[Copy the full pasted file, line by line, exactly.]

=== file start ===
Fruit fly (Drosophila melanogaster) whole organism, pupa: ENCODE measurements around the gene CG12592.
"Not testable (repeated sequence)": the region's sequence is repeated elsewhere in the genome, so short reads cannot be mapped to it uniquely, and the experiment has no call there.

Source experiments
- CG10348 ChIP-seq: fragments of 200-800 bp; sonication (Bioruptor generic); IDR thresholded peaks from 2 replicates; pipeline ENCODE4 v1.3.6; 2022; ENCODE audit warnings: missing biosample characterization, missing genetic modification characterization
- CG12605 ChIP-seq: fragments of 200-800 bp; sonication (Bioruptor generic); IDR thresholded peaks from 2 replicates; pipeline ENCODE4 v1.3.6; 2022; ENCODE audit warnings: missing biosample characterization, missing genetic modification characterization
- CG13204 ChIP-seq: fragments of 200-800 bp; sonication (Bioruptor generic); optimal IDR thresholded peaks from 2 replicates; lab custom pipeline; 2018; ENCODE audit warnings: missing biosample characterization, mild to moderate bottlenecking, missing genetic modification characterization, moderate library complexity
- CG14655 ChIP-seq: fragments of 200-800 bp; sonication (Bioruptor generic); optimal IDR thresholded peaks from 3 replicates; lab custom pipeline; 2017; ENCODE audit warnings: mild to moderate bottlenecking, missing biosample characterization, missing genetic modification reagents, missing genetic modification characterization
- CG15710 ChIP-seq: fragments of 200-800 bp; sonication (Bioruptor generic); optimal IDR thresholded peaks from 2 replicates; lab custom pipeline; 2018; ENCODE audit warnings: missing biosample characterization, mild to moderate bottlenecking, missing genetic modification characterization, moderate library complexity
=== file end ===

Fruit fly (Drosophila melanogaster) whole organism, pupa: ENCODE measurements around the gene CG12592.
"Not testable (repeated sequence)": the region's sequence is repeated elsewhere in the genome, so short reads cannot be mapped to it uniquely, and the experiment has no call there.

Source experiments
- CG10348 ChIP-seq: fragments of 200-800 bp; sonication (Bioruptor generic); IDR thresholded peaks from 2 replicates; pipeline ENCODE4 v1.3.6; 2022; ENCODE audit warnings: missing biosample characterization, missing genetic modification characterization
- CG12605 ChIP-seq: fragments of 200-800 bp; sonication (Bioruptor generic); IDR thresholded peaks from 2 replicates; pipeline ENCODE4 v1.3.6; 2022; ENCODE audit warnings: missing biosample characterization, missing genetic modification characterization
- CG13204 ChIP-seq: fragments of 200-800 bp; sonication (Bioruptor generic); optimal IDR thresholded peaks from 2 replicates; lab custom pipeline; 2018; ENCODE audit warnings: missing biosample characterization, mild to moderate bottlenecking, missing genetic modification characterization, moderate library complexity
- CG14655 ChIP-seq: fragments of 200-800 bp; sonication (Bioruptor generic); optimal IDR thresholded peaks from 3 replicates; lab custom pipeline; 2017; ENCODE audit warnings: mild to moderate bottlenecking, missing biosample characterization, missing genetic modification reagents, missing genetic modification characterization
- CG15710 ChIP-seq: fragments of 200-800 bp; sonication (Bioruptor generic); optimal IDR thresholded peaks from 2 replicates; lab custom pipeline; 2018; ENCODE audit warnings: missing biosample characterization, mild to moderate bottlenecking, missing genetic modification characterization, moderate library complexity